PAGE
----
Now I have to put those ministries on hold to pursue my university studies.

Everybody has their own vocation, I am living my vocation as a missionary sister and it’s a privilege to be God’s representative to bring hope and a smile to the people I meet and serve in my daily life.

Would you like to join me?

Happy St Joseph’s Day

An article from The Tablet 13th March 2021 by Richard Leonard SJ author of The Law of Love: Modern Language for Ancient Wisdom, Paulist 2021

St Joseph, has never had it so good, or, at least, he’s never had such a friend as in Pope Francis. The Pope announced that from 8 December 2020 the Church would have a special Year of St Joseph. It would honour “the man who goes unnoticed, a daily, discreet and hidden presence, who nonetheless played an incomparable role in the history of salvation.” In being tender, open to the demands of faith, obedient, creatively courageous and humble, Pope Francis says St Joseph is a model for all of us.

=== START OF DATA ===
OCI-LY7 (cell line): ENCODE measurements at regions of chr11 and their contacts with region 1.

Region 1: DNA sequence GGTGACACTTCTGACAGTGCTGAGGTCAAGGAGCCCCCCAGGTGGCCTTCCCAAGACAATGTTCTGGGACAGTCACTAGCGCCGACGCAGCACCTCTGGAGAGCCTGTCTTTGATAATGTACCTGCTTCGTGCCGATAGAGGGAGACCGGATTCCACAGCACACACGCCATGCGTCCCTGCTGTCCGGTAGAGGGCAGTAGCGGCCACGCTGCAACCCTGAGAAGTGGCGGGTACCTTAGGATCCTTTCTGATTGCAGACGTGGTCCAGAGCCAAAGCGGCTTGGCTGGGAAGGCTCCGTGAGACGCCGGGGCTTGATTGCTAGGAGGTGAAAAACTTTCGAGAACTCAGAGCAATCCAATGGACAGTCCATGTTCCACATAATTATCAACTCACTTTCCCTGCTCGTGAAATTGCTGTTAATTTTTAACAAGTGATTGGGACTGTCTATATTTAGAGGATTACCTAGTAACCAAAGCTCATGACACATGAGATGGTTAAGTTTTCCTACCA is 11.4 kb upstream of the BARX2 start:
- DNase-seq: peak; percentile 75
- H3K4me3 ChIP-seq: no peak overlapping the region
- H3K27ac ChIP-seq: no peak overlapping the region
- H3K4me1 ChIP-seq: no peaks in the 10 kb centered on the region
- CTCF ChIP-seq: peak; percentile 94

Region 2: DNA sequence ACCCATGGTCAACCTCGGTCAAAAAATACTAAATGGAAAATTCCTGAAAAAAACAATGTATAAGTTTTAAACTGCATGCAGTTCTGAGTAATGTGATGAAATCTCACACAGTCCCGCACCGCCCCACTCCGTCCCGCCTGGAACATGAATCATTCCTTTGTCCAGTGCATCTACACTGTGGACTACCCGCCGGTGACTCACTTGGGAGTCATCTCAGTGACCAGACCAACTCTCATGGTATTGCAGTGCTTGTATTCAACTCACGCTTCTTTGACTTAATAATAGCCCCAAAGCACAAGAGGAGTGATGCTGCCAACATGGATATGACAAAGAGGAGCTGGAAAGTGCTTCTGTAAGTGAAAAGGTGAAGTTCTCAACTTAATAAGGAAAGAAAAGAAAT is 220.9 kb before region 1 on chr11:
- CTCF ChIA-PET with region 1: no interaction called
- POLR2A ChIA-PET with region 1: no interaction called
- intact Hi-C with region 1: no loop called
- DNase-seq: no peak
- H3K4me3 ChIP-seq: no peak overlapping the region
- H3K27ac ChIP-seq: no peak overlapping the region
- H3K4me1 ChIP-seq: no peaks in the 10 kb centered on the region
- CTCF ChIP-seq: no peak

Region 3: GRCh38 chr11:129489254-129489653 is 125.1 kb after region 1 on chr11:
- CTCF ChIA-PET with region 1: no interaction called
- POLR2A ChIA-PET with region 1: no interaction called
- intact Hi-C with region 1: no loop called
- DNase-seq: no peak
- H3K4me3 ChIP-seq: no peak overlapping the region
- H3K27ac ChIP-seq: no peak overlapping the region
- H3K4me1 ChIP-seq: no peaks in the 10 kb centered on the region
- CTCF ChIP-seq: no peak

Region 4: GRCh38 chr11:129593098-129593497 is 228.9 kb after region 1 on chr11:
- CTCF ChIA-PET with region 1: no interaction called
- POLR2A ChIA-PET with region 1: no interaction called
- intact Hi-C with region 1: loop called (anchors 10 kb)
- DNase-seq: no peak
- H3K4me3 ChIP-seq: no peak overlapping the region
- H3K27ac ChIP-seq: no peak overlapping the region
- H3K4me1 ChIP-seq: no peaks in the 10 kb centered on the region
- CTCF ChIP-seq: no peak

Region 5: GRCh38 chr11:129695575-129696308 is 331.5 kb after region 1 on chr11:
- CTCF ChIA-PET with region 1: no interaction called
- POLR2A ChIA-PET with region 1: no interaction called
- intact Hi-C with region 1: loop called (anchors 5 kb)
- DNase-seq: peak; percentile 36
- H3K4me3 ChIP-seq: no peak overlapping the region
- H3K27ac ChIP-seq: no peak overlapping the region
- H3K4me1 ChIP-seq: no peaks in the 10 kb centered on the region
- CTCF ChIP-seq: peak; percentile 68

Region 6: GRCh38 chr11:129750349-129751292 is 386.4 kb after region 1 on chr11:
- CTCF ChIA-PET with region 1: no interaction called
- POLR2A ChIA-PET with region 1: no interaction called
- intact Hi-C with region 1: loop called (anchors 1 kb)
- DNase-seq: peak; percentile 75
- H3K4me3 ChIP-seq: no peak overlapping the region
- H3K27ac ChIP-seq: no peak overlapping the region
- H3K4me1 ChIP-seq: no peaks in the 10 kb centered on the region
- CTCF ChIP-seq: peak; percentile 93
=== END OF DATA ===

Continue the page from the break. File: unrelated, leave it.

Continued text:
Devotion to St Joseph is a comparatively late development in Christian history. We know by the ninth century local churches had commemorations in honour of him as the husband of Mary, but this didn’t become a feast day in Western Churches until the twelfth century. Only then did devotion to St Joseph take off. Pius IX proclaimed St Joseph “Patron of the Universal Church” in 1870. Almost a century later, John XXIII added Joseph’s name to the first Eucharistic Prayer; and in 2013, Pope Francis extended that directive to Eucharistic Prayers II, III, and IV.

Christian art hasn’t been kind to him, usually depicting him as 103 not out, presuming that old men would have no sexual interest in young women. Those artists need to meet some of the old men I know. There is nothing in the gospel texts to indicate that Mary or Joseph were anything other than the marriageable age according to Jewish custom at the time: around 13 for girls; 18 for young men.

There are only five episodes involving Joseph in the gospels: the Annunciation: the Nativity; the presentation of the child Jesus in the Temple; as a refugee to Egypt; and the loss and discovery of the boy Jesus i the Temple in Jerusalem. One can see why the earliest Church may have been slow to make a fuss of him. He is not recorded as ever saying anything in the New Testament – not a word. He should be the patron saint of shy, hard-working backroom players who say little but do a lot.